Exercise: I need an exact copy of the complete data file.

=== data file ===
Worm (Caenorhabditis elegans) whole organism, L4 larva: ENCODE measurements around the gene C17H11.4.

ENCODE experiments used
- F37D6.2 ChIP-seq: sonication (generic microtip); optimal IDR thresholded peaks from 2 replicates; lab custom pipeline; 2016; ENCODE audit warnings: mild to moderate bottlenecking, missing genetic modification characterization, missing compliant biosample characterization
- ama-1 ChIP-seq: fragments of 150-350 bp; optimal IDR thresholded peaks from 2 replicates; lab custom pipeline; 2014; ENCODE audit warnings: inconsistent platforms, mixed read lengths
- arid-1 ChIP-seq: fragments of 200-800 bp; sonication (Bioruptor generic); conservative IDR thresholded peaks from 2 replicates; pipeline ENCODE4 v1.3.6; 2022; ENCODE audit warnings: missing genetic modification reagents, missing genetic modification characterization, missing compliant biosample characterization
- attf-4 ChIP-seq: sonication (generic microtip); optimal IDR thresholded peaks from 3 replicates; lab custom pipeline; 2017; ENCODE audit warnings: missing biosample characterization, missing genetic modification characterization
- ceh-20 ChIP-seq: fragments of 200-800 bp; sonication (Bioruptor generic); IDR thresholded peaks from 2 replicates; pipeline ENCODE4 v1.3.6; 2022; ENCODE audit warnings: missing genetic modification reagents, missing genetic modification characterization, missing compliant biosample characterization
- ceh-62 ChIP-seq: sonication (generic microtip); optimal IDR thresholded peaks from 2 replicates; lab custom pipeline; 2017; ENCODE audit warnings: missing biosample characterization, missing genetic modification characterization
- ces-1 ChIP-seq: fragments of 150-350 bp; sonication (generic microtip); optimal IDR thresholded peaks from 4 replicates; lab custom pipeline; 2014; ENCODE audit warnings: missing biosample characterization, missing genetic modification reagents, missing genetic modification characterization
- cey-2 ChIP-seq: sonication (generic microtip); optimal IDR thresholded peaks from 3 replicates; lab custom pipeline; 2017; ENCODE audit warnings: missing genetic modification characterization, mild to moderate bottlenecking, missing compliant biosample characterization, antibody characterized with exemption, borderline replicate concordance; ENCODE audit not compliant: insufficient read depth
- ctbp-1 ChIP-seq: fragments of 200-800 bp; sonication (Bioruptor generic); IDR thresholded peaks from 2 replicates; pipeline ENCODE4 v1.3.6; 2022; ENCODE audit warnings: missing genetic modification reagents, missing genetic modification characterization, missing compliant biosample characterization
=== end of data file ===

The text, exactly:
Worm (Caenorhabditis elegans) whole organism, L4 larva: ENCODE measurements around the gene C17H11.4.

ENCODE experiments used
- F37D6.2 ChIP-seq: sonication (generic microtip); optimal IDR thresholded peaks from 2 replicates; lab custom pipeline; 2016; ENCODE audit warnings: mild to moderate bottlenecking, missing genetic modification characterization, missing compliant biosample characterization
- ama-1 ChIP-seq: fragments of 150-350 bp; optimal IDR thresholded peaks from 2 replicates; lab custom pipeline; 2014; ENCODE audit warnings: inconsistent platforms, mixed read lengths
- arid-1 ChIP-seq: fragments of 200-800 bp; sonication (Bioruptor generic); conservative IDR thresholded peaks from 2 replicates; pipeline ENCODE4 v1.3.6; 2022; ENCODE audit warnings: missing genetic modification reagents, missing genetic modification characterization, missing compliant biosample characterization
- attf-4 ChIP-seq: sonication (generic microtip); optimal IDR thresholded peaks from 3 replicates; lab custom pipeline; 2017; ENCODE audit warnings: missing biosample characterization, missing genetic modification characterization
- ceh-20 ChIP-seq: fragments of 200-800 bp; sonication (Bioruptor generic); IDR thresholded peaks from 2 replicates; pipeline ENCODE4 v1.3.6; 2022; ENCODE audit warnings: missing genetic modification reagents, missing genetic modification characterization, missing compliant biosample characterization
- ceh-62 ChIP-seq: sonication (generic microtip); optimal IDR thresholded peaks from 2 replicates; lab custom pipeline; 2017; ENCODE audit warnings: missing biosample characterization, missing genetic modification characterization
- ces-1 ChIP-seq: fragments of 150-350 bp; sonication (generic microtip); optimal IDR thresholded peaks from 4 replicates; lab custom pipeline; 2014; ENCODE audit warnings: missing biosample characterization, missing genetic modification reagents, missing genetic modification characterization
- cey-2 ChIP-seq: sonication (generic microtip); optimal IDR thresholded peaks from 3 replicates; lab custom pipeline; 2017; ENCODE audit warnings: missing genetic modification characterization, mild to moderate bottlenecking, missing compliant biosample characterization, antibody characterized with exemption, borderline replicate concordance; ENCODE audit not compliant: insufficient read depth
- ctbp-1 ChIP-seq: fragments of 200-800 bp; sonication (Bioruptor generic); IDR thresholded peaks from 2 replicates; pipeline ENCODE4 v1.3.6; 2022; ENCODE audit warnings: missing genetic modification reagents, missing genetic modification characterization, missing compliant biosample characterization